S Korea, Japan, China leaders to promote N Korea-US dialogue

Trilateral meeting in Chengdu is also the first one-on-one between Japan’s Abe and South Korea’s Moon in 15 months.

South Korean President Moon Jae-in said on Tuesday that South Korea, China, and Japan agreed to help promote North Korea-US dialogue to end North Korea’s nuclear programme, during their trilateral summit in Chengdu, China.

President Moon said peace on the Korean Peninsula was in the “common interest” of the three countries.

North Korea has set a year-end deadline for the United States to change what it says is a policy of hostility amid a stalemate in efforts to make progress on their pledge to end North Korea’s nuclear programme and establish lasting peace.

North Korean leader Kim Jong Un and US President Donald Trump have met three times since June 2018 but there has been no substantive progress in dialogue and North Korea has demanded that crushing international sanctions be lifted first.

Speaking in the southwestern Chinese city of Chengdu following a meeting with Chinese Premier Li Keqiang and Japanese Prime Minister Shinzo Abe, Moon said the three countries agreed on the need for close communication.

China is hosting the leaders of squabbling neighbours South Korea and Japan, as Beijing flexes its diplomatic muscle to encourage a truce between the US’s two key military allies in Asia.

The trilateral meeting is also the first one-on-one between Japanese Prime Minister Shinzo Abe and South Korean President Moon Jae-in in 15 months.

Ties between Seoul and Tokyo have hit rock bottom in recent months over trade issues and other disputes related to decades of bitter wrangling over Japan’s 1910-1945 occupation of the Korean Peninsula.

The US has frequently urged its two allies to bury the hatchet, worried that their poor relations were complicating diplomacy in Asia – although it has held off on direct mediation.

“As the region’s major power, China hopes to show its diplomatic presence to the world by bringing the Japanese and South Korean leaders to the same table,” Haruko Satoh, professor and expert on Chinese politics at Osaka University, told the AFP news agency.

Beijing’s role as diplomat could also help avert global attention from its domestic issues, Satoh suggested, including the continuing pro-democracy protests in Hong Kong.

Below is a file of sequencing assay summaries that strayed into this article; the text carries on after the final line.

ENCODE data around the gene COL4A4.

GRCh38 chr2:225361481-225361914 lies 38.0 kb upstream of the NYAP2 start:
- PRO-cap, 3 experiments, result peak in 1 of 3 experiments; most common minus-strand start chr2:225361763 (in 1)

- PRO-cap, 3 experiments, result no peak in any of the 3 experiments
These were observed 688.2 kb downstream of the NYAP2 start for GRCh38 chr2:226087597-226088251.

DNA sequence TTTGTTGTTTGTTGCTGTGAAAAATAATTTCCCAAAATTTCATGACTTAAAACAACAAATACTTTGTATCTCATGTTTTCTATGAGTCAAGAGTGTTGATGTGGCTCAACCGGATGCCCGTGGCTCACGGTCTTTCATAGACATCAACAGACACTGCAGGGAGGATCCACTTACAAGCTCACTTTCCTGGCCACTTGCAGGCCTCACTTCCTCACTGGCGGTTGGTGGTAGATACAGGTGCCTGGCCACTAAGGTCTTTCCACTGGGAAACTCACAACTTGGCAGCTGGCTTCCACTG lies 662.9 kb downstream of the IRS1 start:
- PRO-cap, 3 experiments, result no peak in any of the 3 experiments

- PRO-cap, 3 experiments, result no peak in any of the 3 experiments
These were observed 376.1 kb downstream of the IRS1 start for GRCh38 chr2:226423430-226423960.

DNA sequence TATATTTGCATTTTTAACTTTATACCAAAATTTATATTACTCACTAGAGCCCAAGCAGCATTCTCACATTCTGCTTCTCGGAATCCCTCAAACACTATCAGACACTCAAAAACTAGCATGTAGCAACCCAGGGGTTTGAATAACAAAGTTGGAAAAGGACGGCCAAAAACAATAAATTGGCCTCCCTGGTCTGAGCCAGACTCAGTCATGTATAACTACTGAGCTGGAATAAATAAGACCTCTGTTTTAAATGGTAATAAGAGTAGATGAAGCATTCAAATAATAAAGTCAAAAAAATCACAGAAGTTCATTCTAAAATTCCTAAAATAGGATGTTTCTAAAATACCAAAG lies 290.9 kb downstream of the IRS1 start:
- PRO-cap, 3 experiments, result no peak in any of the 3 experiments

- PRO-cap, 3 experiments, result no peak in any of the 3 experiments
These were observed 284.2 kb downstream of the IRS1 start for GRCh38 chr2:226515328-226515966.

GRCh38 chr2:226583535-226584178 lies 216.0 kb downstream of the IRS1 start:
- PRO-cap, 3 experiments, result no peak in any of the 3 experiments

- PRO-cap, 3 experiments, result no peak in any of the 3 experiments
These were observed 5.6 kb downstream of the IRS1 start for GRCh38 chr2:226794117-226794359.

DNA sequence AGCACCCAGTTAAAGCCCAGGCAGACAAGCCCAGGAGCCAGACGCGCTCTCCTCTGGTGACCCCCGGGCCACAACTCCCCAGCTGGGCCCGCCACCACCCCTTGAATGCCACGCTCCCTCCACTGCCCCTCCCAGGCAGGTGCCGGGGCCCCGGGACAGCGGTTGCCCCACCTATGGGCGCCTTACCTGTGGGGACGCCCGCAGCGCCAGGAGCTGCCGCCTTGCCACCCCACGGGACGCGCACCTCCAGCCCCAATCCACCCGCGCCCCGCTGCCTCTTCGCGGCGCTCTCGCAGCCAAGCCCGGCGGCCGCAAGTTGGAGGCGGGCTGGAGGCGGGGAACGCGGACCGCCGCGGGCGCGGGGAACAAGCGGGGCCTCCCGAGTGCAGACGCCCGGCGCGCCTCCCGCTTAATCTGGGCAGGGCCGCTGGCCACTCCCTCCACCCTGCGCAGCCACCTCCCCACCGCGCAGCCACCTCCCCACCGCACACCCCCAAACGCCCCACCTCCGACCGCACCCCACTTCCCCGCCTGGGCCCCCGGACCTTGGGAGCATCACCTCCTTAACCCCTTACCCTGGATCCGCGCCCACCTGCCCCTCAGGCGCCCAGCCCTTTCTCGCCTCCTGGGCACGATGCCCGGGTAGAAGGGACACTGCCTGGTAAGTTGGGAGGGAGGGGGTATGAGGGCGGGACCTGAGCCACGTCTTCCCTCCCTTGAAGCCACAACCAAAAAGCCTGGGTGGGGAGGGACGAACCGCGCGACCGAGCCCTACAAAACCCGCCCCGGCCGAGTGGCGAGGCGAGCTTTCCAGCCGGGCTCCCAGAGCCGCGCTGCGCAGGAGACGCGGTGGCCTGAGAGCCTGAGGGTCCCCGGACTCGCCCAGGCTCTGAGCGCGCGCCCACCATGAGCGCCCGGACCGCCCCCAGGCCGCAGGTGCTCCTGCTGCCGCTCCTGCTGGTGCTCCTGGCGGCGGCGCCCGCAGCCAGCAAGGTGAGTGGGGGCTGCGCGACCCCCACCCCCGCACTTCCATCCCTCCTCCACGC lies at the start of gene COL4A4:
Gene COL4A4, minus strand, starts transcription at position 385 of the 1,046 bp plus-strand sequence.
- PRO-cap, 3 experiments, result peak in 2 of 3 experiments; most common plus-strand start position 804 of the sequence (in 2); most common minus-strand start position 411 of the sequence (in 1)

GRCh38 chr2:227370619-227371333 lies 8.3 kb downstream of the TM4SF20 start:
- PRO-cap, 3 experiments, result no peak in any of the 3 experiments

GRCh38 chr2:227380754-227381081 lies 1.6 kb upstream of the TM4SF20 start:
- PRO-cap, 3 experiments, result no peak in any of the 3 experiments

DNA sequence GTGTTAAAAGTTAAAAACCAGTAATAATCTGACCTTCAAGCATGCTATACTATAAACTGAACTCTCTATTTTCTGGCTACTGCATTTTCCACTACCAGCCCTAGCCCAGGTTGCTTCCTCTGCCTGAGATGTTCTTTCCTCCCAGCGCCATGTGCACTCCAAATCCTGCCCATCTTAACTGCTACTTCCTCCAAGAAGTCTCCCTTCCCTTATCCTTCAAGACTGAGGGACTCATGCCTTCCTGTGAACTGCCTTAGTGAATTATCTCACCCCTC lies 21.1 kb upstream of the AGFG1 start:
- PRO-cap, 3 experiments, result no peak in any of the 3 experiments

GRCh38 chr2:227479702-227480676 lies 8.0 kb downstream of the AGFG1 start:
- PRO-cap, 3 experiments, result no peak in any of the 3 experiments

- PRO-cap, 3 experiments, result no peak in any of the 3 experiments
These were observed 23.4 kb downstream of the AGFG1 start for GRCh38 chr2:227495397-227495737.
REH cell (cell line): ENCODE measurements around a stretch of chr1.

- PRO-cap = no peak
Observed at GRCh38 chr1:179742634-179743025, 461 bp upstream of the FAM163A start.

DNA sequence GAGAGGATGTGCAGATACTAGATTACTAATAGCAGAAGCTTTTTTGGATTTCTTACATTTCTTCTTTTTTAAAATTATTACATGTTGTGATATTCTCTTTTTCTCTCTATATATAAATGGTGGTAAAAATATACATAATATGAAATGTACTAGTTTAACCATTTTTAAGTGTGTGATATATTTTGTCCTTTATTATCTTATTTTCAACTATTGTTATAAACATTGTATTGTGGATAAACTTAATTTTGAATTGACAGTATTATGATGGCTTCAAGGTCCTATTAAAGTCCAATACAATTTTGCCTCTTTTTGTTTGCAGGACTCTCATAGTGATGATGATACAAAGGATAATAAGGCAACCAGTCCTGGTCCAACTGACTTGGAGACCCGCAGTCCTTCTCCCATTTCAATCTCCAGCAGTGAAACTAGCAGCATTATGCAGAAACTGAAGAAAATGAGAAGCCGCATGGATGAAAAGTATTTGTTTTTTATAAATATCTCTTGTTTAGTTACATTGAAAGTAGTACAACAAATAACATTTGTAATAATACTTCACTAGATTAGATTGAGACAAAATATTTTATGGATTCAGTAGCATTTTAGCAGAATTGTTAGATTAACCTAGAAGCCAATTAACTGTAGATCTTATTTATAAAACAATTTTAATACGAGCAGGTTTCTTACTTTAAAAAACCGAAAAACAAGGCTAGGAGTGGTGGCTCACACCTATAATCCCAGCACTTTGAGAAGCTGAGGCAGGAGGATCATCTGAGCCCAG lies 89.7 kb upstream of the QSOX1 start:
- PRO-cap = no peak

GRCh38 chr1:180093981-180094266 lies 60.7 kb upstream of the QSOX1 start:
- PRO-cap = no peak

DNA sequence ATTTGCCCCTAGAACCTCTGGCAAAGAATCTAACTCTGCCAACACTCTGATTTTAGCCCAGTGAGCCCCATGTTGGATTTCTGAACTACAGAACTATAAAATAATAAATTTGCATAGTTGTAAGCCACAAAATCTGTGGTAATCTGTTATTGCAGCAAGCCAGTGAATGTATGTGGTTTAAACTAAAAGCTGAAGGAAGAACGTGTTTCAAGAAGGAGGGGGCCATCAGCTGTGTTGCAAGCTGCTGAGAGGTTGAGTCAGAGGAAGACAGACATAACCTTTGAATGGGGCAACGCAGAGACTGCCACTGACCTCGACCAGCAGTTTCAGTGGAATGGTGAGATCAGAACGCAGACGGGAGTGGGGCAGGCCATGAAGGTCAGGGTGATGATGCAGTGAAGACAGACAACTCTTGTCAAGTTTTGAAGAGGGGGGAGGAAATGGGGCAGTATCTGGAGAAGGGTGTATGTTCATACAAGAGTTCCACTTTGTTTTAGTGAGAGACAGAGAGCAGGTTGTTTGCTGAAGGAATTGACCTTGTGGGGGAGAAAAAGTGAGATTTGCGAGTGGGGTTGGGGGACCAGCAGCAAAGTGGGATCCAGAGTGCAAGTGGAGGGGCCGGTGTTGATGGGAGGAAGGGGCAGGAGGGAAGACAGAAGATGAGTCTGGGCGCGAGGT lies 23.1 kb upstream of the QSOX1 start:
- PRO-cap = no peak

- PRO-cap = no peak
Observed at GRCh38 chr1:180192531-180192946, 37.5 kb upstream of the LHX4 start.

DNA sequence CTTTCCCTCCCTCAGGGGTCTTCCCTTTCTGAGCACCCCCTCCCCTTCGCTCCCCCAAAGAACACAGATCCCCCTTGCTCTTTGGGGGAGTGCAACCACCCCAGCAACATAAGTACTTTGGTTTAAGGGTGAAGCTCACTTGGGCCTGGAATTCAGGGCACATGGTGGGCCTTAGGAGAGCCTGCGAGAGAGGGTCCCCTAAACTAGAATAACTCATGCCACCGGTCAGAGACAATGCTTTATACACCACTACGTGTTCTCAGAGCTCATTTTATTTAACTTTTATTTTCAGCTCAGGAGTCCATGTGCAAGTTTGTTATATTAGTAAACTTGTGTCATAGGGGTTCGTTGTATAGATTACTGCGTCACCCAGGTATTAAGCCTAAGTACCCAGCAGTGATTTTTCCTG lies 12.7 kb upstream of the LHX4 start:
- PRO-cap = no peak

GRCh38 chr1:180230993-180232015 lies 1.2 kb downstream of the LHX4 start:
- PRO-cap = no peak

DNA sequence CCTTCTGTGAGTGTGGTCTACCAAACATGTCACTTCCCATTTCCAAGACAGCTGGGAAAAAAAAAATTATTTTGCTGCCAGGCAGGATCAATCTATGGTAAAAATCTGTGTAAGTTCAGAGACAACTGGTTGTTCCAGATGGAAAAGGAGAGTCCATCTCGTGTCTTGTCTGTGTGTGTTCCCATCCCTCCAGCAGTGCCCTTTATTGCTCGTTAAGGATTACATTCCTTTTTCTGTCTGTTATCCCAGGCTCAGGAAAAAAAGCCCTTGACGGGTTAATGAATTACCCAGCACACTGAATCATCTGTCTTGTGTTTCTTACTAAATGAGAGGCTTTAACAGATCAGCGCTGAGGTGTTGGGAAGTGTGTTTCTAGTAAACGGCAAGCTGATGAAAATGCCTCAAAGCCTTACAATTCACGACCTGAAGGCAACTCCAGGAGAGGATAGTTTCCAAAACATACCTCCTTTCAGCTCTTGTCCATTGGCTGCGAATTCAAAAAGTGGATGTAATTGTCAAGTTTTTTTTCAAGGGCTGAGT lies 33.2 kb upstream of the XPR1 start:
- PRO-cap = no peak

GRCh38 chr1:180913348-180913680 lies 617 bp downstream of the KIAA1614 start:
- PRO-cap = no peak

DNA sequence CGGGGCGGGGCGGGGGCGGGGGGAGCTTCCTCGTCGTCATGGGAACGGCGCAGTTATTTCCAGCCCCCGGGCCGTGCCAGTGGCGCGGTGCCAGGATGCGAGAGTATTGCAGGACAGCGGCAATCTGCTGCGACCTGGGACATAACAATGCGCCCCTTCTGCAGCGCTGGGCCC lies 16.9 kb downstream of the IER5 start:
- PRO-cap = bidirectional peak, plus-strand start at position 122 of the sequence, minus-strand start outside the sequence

South Korean President Moon said at a meeting with President Xi Jinping in Beijing on Monday that he “highly” appreciates China’s “important role in securing denuclearisation and peace on the Korean Peninsula”.

And at his own separate meeting with Xi in Beijing Monday, Japanese Prime Minister Abe said China and Japan have a “big responsibility for peace, stability and prosperity” in the region.

Nuclear talks between Pyongyang and Washington remain deadlocked, and Pyongyang has threatened a “Christmas gift” to the US if it does not offer to ease the sanctions imposed on Pyongyang by the end of the year.

US officials believe that North Korea may test an intercontinental ballistic missile – which would destroy US President Donald Trump’s argument that he has succeeded in reducing risks from North Korea.

Japan-South Korea tension

Before leaving for China, Abe told reporters at his office that links with Seoul remain “severe”.

China - Japan
Japan’s Abe (left) walks with China’s Xi at the Great Hall of the People in Beijing on Monday [Noel Celis/AFP]

“But considering the security environment in East Asia, I recognise that relations between Japan and South Korea as well as relations among Japan, the US and South Korea are important,” he said.

However, analysts have warned that the effect China can have is limited.

“There isn’t much Beijing can do on the Seoul-Tokyo row,” said Yun.

The relationship between Japan and South Korea is overshadowed by the 35 years of brutal colonisation by the Japanese – including the use of sex slaves and forced labour – that is still bitterly resented today.

Ties began a downward spiral in recent months after a series of South Korean court rulings ordering Japanese firms to compensate wartime forced labour victims, which infuriated Tokyo, who insisted the matter had been settled by a 1965 treaty between the two countries.

Seoul then threatened to withdraw from a key military intelligence-sharing pact, although it reversed course in November and agreed to extend it “conditionally”.

The US welcomed South Korea’s decision, saying it “sends a positive message that like-minded allies can work through bilateral disputes”.

Source: News Agencies